Io la conoscevo bene (I Knew Her Well). 1965. Italy. Directed by Antonio Pietrangeli. Courtesy Centro Cinema Città di Cesena – G.B. Poletto

Antonio Pietrangeli’s accidental death at the age of 49, as he was preparing a shot for the film Come, quando, perché?, robbed the Italian cinema of a major talent in his prime. Combining the moral urgency of Neorealism with the satirical eye of commedia all’italiana, Pietrangeli’s work is centered on the evolving role of women in Italian society, as ancient traditions began to crumble after the collapse of fascism. From the provincial woman (Irene Galter) working as a maid in Rome in his first film, Empty Eyes (1953), to the bedazzled starlet (a magnificent Stefania Sandrelli), suddenly elevated from the working class, in his last completed feature, I Knew Her Well(1965), Pietrangeli’s protagonists experience the promises and perils of a new, ambiguous freedom. The old institutions have been weakened, but no new communities of support have risen to take their place. Progress may demand that the brothels of Rome be closed, but as the four out-of-work prostitutes of Adua and Her Friends (led by Simone Signoret) discover, society is still unwilling to allow them to live on their own terms.

Trained as a physician, Pietrangeli began in film as an assistant on Luchino Visconti’s 1943 Ossessione, and went on to contribute to the screenplays of Visconti’s La Terra trema (1948) and Roberto Rossellini’s Europa ’51 (in which he also appears as a psychiatrist). But as a director, Pietrangeli quickly departed from the strict standards of Neorealism, plunging into the social satire of The Bachelor (1955), and flirting with the postcard romanticism of It Happened in Rome (1957) and the supernatural whimsy of Ghosts of Rome (1961). But it was with The Visit, in 1963, that Pietrangeli found his signature style, combining a relaxed pace, anecdotal structure, and an open visual field to create a sense of freedom and possibility, even as that freedom eludes his characters. Had Pietrangeli continued his work, he would doubtlessly have made a crucial contribution to the redefinition of cinema in the late 1960s, but his completed films are more than enough to earn him a prominent position in the history of Italian film.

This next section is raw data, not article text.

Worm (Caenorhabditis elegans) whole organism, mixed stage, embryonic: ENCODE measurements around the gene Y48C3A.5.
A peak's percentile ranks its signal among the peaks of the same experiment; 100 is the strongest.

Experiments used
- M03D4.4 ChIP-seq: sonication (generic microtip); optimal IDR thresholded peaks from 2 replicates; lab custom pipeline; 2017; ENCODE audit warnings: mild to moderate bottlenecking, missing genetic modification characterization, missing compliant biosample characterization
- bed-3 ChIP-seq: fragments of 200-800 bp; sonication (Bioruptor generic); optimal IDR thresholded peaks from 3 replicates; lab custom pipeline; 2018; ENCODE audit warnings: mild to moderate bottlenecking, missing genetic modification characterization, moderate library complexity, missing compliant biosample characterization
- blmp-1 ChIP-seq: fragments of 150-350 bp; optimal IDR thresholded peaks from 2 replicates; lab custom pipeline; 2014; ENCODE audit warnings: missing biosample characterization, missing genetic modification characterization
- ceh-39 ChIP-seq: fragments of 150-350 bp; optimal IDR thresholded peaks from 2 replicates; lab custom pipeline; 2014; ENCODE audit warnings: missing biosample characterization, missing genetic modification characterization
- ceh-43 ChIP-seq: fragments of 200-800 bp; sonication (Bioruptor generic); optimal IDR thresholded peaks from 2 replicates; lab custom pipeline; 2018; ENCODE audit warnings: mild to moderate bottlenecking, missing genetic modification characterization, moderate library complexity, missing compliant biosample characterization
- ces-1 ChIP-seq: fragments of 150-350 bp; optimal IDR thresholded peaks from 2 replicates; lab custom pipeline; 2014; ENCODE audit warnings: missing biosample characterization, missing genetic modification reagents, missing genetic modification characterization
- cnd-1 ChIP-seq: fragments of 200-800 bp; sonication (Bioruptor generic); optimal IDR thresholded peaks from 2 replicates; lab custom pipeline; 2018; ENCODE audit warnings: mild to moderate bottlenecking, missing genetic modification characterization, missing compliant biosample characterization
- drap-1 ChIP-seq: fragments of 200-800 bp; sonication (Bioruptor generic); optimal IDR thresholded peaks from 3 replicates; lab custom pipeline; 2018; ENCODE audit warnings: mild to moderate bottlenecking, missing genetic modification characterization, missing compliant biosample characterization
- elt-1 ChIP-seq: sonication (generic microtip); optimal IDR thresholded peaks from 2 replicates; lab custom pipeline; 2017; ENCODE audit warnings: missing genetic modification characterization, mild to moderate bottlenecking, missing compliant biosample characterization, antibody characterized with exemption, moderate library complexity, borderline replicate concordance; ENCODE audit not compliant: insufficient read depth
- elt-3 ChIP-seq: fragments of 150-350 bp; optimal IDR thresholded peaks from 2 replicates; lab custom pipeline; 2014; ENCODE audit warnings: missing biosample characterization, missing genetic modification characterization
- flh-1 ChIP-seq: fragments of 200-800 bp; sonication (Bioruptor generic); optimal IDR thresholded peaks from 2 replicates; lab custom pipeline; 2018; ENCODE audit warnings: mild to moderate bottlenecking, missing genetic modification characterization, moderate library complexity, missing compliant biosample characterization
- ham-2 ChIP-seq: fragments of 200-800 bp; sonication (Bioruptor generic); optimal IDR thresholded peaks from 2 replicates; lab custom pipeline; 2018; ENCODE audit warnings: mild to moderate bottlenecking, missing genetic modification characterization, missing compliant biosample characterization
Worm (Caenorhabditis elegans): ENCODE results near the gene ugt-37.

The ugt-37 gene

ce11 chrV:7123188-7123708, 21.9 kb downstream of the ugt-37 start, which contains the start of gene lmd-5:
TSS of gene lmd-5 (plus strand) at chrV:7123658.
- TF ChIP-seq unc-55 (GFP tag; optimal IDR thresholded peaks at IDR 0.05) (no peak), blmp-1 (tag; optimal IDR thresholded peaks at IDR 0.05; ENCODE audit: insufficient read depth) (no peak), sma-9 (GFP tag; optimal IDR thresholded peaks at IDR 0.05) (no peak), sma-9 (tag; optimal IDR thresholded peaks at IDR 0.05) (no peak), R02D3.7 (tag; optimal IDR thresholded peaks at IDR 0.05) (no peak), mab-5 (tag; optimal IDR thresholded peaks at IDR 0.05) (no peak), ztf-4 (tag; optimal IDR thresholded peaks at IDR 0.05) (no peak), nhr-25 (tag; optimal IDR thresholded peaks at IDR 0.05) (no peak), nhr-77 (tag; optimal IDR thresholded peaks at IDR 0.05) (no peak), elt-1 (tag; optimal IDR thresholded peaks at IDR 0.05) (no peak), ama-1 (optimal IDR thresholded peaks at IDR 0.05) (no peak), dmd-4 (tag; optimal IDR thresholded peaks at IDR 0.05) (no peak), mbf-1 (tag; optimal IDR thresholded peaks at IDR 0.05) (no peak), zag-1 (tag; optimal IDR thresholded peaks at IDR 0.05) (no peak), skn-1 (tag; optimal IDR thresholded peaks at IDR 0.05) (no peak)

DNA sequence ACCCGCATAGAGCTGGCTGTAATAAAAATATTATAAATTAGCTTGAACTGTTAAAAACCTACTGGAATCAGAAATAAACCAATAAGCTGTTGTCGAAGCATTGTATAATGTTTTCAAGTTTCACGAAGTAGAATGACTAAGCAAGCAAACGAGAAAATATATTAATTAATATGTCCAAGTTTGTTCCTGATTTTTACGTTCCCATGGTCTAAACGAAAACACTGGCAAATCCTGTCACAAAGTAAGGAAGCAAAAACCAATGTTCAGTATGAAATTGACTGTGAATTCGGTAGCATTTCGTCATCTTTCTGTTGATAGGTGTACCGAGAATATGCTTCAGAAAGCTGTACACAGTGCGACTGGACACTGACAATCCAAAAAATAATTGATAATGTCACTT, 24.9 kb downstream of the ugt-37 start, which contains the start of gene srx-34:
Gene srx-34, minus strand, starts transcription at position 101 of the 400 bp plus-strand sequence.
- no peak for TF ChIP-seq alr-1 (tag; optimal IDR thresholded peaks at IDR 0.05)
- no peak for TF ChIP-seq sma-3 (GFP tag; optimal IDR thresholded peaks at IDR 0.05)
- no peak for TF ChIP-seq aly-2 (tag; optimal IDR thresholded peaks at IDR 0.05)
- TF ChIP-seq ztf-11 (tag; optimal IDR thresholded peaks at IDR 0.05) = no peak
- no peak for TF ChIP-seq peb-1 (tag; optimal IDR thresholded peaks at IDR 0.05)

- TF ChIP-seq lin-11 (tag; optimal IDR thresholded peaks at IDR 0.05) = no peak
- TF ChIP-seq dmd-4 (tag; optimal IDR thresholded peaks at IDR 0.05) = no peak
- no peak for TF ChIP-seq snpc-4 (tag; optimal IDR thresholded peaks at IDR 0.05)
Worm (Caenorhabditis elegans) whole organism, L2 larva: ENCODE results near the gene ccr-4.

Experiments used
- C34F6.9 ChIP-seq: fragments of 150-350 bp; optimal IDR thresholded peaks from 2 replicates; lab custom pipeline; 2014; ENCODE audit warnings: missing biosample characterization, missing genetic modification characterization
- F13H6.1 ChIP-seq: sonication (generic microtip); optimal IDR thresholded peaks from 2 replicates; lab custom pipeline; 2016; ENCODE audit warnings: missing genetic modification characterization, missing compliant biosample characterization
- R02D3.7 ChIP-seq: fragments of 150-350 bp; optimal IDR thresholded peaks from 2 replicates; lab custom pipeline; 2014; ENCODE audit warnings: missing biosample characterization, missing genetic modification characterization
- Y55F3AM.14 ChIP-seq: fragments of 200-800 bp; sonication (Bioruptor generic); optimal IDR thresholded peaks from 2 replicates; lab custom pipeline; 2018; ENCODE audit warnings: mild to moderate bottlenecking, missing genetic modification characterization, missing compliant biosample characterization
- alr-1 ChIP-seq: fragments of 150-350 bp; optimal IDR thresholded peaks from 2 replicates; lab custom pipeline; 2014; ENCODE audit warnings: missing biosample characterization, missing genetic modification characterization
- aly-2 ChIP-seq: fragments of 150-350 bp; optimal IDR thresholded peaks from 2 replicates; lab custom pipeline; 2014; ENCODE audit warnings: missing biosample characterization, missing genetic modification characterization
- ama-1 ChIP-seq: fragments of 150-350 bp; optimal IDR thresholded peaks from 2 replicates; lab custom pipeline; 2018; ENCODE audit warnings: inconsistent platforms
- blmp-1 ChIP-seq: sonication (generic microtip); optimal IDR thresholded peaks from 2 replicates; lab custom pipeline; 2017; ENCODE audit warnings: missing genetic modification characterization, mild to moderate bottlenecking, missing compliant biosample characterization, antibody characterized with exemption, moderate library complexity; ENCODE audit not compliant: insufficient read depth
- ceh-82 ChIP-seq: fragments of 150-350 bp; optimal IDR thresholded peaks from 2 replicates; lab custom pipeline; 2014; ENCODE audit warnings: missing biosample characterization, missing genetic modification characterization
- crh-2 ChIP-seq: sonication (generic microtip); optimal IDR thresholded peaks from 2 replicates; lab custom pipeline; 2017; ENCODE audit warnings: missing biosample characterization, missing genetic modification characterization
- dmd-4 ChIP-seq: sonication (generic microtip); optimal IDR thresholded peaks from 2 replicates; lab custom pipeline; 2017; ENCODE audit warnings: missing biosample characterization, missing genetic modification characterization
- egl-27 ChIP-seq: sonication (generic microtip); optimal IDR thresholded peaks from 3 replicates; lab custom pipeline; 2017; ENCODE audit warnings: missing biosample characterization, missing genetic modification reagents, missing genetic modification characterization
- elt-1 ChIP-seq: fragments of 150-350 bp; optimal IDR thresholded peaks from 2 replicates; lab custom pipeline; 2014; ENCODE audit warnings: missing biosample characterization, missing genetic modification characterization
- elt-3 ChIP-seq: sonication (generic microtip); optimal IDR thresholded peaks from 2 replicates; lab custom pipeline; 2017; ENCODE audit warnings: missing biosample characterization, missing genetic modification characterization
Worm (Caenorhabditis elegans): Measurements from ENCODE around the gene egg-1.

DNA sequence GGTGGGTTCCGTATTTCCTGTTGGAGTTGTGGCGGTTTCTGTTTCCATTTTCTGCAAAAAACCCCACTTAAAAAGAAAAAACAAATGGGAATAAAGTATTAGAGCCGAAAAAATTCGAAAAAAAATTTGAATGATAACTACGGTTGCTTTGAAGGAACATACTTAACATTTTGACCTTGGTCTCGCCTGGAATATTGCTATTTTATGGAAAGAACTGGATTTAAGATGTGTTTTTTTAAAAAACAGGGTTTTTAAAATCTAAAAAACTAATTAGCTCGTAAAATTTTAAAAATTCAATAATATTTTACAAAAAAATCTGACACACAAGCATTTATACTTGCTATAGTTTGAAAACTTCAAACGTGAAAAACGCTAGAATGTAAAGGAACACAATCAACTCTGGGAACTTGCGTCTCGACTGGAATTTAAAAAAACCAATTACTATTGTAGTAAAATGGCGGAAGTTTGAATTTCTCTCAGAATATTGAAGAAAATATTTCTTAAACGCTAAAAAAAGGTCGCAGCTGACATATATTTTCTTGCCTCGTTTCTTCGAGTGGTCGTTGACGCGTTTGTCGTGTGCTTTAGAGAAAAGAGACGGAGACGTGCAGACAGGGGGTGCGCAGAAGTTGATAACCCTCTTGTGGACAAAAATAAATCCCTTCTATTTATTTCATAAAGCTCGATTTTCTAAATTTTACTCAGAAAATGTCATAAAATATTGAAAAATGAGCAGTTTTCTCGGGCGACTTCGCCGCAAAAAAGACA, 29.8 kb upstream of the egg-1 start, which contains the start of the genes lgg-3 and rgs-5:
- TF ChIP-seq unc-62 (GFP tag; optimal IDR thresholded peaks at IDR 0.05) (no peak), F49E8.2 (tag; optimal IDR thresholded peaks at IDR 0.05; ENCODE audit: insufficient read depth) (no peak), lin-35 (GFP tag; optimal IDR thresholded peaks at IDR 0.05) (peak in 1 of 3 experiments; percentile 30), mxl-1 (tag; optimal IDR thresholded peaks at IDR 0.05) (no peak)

Presented by The Museum of Modern Art, New York, in collaboration with Luce Cinecittà, Rome. Organized by Dave Kehr, Adjunct Curator, Department of Film, MoMA, and Camilla Cormanni and Paola Ruggiero, Luce Cinecittà.

If you would like to reproduce an image of a work of art in MoMA's collection, or an image of a MoMA publication or archival material (including installation views, checklists, and press releases), please contact Art Resource (publication in North America) or Scala Archives (publication in all other geographic locations).

If you would like to license audio or video footage produced by MoMA, please contact Scala Archives (all geographic locations) at firenze@scalarchives.com.

If you would like to reproduce text from a MoMA publication or moma.org, please email text_permissions@moma.org. If you would like to publish text from MoMA's archival materials, please fill out this permission form and send to archives@moma.org.

This record is a work in progress. If you have additional information or spotted an error, please send feedback to digital@moma.org.